- Public health officials are investigating reports of illnesses tied to a Los Angeles Chipotle restaurant.
- Chipotle said that it was aware of illness reports tied to the Pico Boulevard location but that it had not heard from any customers directly.
- Several people who said they recently ate at the Pico Boulevard Chipotle reported symptoms such as vomiting, diarrhoea, and nausea to the website iwaspoisoned.com.
Public health officials are investigating a possible illness outbreak tied to a Los Angeles Chipotle restaurant.
In an email to Business Insider, the Los Angeles Health Department’s Acute Communicable Disease Control unit, which investigates contagious illnesses and diseases, said the agency was “aware of reports of illness and is investigating.”
The restaurant under investigation is at 4550 W. Pico Blvd. The health department did not immediately respond to questions about the nature or scope of the possible outbreak.
Chipotle said that it was aware of illness reports tied to that location but that it had not heard from any customers directly.
“We take any report of illness very seriously,” said Chris Arnold, a Chipotle spokesman. “We are aware of three reports (two of which appear to be the same) on a user-generated reporting site, but there is no clinical validation associated with those reports, and we have not been contacted by customers directly to substantiate these claims.”
He added: “As a precautionary measure, we have implemented heightened sanitization measures at this restaurant, which we do as a matter of policy if ever we receive reports of illness (even if they are not substantiated).”
Several people who said they recently ate at the Pico Boulevard Chipotle reported symptoms such as vomiting, diarrhoea, and nausea to the website iwaspoisoned.com, which allows people to anonymously report suspected foodborne illnesses.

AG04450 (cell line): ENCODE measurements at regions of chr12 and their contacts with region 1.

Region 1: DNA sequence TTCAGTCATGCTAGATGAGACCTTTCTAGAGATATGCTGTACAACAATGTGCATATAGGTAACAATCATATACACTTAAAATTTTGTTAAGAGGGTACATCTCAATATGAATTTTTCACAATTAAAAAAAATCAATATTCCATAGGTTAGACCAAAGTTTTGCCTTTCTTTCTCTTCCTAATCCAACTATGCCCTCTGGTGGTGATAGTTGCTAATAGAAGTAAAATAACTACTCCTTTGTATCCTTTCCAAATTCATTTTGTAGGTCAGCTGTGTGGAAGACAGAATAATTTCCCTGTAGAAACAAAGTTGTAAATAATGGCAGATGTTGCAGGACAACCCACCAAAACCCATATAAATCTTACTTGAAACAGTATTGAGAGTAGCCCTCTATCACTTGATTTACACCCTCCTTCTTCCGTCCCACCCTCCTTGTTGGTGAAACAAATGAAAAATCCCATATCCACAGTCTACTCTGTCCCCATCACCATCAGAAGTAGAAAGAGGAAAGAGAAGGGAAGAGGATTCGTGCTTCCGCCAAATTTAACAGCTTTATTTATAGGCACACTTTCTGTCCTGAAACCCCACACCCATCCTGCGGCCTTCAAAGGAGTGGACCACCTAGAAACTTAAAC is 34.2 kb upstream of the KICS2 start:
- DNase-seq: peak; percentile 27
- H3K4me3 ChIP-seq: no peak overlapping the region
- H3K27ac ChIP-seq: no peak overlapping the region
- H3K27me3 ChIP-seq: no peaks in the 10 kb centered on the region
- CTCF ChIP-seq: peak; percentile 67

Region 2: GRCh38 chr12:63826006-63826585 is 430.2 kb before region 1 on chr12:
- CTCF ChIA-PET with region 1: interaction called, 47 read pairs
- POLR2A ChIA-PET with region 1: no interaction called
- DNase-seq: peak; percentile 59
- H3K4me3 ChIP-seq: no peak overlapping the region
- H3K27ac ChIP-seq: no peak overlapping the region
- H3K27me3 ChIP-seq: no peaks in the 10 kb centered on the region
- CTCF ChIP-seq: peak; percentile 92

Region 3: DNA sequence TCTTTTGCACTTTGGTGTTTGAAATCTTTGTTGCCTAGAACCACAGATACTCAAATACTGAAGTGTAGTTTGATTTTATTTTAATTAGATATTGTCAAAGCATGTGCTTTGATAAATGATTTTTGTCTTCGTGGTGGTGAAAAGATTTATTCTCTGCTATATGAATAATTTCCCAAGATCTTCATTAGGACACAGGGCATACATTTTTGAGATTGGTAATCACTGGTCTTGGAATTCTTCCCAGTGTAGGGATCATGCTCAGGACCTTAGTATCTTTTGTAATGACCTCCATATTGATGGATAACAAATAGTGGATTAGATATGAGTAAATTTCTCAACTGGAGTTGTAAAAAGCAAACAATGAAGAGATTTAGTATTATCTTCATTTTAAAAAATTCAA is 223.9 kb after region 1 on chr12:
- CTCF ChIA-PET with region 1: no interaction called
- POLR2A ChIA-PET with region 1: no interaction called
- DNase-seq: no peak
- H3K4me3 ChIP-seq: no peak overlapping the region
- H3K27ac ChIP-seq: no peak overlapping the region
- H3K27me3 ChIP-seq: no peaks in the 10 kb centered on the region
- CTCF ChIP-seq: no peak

In total, five reports on the website indicate at least seven customers fell sick after eating there around December 13.
“My whole family and I ate at Chipotle two days before we started experiencing stomach pains and nausea,” one person wrote. “It was constant vomiting every two hours and weakness. We all had burrito bowls with meat, beans, rice, and guac. The symptoms lasted for two days now. We’re starting to feel better, but it was a very uncomfortable experience and we won’t be going to Chipotle anymore after this.”
Another customer said: “Ate there on Wednesday and symptoms started late the next day with nausea, stomach distress, diarrhoea, and vomiting. I only linked it because a co-worker is having the same symptoms and that is what we had in common.”
A similar cluster of illnesses tied to a Chipotle in Sterling, Virginia, was reported to the website in July, and Chipotle temporarily closed the restaurant as a result. Chipotle’s shares dropped more than 7% on that news. Health officials later determined that norovirus, a highly contagious virus, was the source of the outbreak.
Norovirus is different from E. coli, the bacteria that two years ago sickened more than 50 people who had eaten at Chipotle restaurants in 14 states.
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